Why do the students do it? They have a remarkable drive to help others. They also recognize that their experiences as firefighters are personally beneficial. Marcus Bellows, who completed the training course last year and was accepted as a full member of the department in October 2005, is proud to take up the legacy of his grandfather, who served 35 years on the Byerfield, Mass., volunteer fire department as a pump operator and driver. “My mom and grandma were both really excited when I told them I was joining the MFD,” said Bellows. “My experience with the MFD has had a real impact on my life. I can’t imagine not doing it.”

Firefighting is also a compelling teacher. “When fighting a fire, my mind always falls back to what I’ve learned throughout all my hours upon hours of training. I work with the guys in my department and trust that, if something should go wrong, they’ll be there for me,” said Taylor.

Morgan Prust and Andrew Barriger, who also joined the MFD in their first year at the college, explained some of the beneficial dynamics. “The first time you ever go into a burning building, it tests your limits and teaches you a lot about yourself, about teamwork, and about learning to trust other people,” said Prust, a neuroscience major. “And relationships on the force are really good, both amongst students and between the students and other local volunteers. It’s a very cohesive group.”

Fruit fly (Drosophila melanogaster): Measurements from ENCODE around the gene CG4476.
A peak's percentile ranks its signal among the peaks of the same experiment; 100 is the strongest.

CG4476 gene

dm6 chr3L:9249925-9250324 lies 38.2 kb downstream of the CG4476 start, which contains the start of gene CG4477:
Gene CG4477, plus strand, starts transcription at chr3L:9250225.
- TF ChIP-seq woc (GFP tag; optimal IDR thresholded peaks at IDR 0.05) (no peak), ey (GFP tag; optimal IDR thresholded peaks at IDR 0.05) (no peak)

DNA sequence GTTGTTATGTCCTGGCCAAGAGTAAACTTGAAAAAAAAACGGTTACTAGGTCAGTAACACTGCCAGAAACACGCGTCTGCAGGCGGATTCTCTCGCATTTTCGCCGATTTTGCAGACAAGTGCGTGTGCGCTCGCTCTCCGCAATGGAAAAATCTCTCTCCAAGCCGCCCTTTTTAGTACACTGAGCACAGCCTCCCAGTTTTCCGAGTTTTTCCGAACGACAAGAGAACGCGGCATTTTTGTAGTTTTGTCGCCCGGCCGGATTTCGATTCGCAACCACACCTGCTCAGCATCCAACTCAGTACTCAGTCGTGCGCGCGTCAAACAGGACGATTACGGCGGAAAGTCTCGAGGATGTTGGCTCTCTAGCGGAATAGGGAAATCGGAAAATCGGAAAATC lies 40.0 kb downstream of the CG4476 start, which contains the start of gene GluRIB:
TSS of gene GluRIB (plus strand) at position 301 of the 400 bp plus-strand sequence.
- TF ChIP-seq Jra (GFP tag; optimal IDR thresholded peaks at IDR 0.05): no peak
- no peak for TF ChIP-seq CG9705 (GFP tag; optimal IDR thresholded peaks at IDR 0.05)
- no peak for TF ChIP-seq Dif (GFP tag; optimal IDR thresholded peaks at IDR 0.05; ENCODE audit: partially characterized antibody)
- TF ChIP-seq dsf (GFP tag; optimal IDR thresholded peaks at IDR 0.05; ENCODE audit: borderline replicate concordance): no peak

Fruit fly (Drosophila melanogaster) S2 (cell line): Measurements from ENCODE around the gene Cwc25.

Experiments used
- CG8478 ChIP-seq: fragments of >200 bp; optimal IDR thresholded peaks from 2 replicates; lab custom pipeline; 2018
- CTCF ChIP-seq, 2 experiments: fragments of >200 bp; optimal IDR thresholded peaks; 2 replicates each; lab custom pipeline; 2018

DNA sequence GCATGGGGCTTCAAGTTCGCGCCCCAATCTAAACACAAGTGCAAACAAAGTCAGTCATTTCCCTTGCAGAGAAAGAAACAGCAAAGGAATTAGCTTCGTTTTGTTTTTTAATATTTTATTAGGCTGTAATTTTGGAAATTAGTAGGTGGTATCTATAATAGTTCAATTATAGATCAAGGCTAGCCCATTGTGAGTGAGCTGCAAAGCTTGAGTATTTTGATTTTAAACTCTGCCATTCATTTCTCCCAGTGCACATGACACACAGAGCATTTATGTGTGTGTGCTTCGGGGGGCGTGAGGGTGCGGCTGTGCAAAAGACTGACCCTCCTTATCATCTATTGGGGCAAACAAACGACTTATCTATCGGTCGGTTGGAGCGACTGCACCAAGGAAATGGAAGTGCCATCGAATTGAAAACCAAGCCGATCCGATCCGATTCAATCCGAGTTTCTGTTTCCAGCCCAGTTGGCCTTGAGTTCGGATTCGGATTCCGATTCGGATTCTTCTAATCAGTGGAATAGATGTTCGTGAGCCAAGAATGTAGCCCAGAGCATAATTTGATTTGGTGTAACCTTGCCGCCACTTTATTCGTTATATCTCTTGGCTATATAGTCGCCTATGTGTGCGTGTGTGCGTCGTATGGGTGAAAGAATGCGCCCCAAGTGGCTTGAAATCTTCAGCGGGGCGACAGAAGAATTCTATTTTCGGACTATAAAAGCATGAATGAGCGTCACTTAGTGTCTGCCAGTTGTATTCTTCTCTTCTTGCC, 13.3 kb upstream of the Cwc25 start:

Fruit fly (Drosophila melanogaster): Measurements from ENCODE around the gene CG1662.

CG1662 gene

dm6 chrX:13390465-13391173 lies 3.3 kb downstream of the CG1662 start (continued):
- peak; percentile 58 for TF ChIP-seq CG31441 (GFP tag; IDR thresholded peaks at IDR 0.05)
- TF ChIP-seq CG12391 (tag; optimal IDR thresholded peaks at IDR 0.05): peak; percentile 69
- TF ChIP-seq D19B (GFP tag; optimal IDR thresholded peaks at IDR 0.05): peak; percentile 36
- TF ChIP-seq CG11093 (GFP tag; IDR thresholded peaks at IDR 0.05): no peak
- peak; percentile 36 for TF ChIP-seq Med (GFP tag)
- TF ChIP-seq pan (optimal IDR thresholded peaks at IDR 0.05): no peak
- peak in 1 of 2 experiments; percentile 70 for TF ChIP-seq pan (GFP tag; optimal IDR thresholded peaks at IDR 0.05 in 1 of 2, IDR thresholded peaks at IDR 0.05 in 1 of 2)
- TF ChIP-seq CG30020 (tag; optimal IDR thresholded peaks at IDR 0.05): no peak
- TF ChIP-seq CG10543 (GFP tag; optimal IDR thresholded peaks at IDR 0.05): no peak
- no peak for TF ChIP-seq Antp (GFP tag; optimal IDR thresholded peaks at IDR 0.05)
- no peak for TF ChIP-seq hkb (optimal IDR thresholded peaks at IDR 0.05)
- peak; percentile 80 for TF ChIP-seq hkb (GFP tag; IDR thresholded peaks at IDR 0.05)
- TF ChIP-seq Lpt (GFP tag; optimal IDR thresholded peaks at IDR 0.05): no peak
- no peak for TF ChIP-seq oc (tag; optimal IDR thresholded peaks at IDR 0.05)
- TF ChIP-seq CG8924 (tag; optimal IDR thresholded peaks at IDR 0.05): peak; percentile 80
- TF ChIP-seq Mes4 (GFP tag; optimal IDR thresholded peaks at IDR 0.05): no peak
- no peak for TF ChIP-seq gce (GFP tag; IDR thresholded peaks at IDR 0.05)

“It gives an opportunity to become involved in the community in a way that few students experience. I’ve developed a whole different view of life,” added Barriger, an economics major who hopes to keep firefighting a part of his life, wherever his career takes him.

Shane Spinell, an environmental economics major, earned firefighter certification in his hometown of Avon, Conn., before coming to Middlebury. He also works with the town of Middlebury’s volunteer ambulance squad and recently received a certificate of achievement at Middlebury College’s annual Public Service Leadership Award dinner. “My experience with the department has been nothing but positive. It’s been a great way to be a college student and integrate into the Middlebury community,” he said. “It is important for countless reasons, but most important for me is the job that we do.”